Trumpeter Pat Dunn (top) is in music teacher (and alto sax player) Brenda Khoo’s first class of 18 students taking adult beginner concert band lessons. The weekly class

Trumpeter Pat Dunn (top) is in music teacher (and alto sax player) Brenda Khoo’s first class of 18 students taking adult beginner concert band lessons. The weekly class

It’s never too late to blow your own horn

Adult beginners learning woodwind, brass and percussion in new Delta Continuing Education course.

Ever wish you could go back in time to when you were a kid and blow your own horn? Maybe find your rhythm? Want to pull some strings?

Brenda Khoo can help.

She’s the instructor of a new Adult Beginner Concert Band course offered by Delta Continuing Education.

It’s not a class for pros, rather for adults who have little or no experience in playing woodwind, brass or percussion instruments but wish to learn or re-learn – even if they can’t read music.

Khoo, who was a high school English and music teacher in Delta from 1994 to 2005, plays a variety of instruments in the Delta Music Makers concert band.

She says the reason she started the program is because among the 20 or more Lower Mainland adult bands, there were none for people who had no playing experience.

She found a high level of enthusiasm in the first 18 adults who showed up in September to sample and choose their instruments – the first visit showed them the difference between a piccolo and flute, a clarinet and an oboe, and the different toms of a drum set.

Tsawwassen’s Pat Dunn brought a trumpet he’d recently purchased.

“As a kid, like a lot of people, I took piano lessons,” says the semi-retired 60-year-old.

He played a bit of percussion (snares, cymbals) in a junior band decades ago, but decided recently, with more time on his hands, learn how to properly play his new instrument.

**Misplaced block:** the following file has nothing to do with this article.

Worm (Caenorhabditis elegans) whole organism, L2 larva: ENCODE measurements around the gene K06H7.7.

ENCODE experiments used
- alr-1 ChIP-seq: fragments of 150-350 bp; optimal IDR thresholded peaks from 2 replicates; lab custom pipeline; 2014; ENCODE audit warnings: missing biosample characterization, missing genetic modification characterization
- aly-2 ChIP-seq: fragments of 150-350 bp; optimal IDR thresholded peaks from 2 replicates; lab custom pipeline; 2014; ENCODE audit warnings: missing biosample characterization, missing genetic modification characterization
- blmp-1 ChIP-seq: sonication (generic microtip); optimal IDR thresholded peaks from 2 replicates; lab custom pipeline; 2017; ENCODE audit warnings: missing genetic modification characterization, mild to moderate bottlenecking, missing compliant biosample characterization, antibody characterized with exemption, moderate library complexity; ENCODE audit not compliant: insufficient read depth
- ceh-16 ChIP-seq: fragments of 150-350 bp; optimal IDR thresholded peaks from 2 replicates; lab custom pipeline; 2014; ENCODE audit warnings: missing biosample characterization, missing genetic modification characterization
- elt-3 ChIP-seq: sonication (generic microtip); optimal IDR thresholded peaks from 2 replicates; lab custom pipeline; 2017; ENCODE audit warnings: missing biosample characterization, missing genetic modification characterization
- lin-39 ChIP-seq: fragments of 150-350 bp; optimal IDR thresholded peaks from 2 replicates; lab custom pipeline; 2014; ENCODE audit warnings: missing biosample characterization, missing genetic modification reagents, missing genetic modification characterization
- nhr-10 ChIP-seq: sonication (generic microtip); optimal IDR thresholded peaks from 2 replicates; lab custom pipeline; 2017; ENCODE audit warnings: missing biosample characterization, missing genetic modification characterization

He found the course in a Delta Continuing Education pamphlet and joined up, knowing only a little more than which end of the trumpet to blow into and only the basics of how read music.

“I don’t want you to get the idea you have to read music to do this,” he says, adding that he was still more advanced – and older – than many of the other students.

“You just have to start making noise with any instrument.”

His teacher, he says, “is fantastic. She’s very nurturing. The class is a wonderful environment for learning this stuff.”

The adult students are indeed keen.

The proof happens each Wednesday, says Dunn.

“At the end of class, nobody leaves.”

“There’s nothing wrong with teaching kids, but if you teach little kids, they’re not there by choice,” explains Khoo. “I find that adults are very much like seniors in high schools where they’re choosing the band elective and they’re choosing to give up another course.

Dunn says it’s amazing to hear people who by themselves seem to make a racket of screeching noises work as a team to create real music.

“There are times when all these things come together – with people with not much skill. All of a sudden we’ll play 10 bars – and ‘what the heck was that? Wow, that was us!’ ”

There are two classes: Beginners and returning students. Some of the returning students will perform publicly in the spring throughout Delta schools.

 

Adult Beginner Concert Band classes take place Wednesday evenings in the music room of Delta Secondary School, 4615 51 St. in Ladner. Register by phone (Monday to Friday from 8:30 a.m. to 4:30 p.m.) at 604-940-5550. For more information, visit their website.

bjoseph@surreyleader.com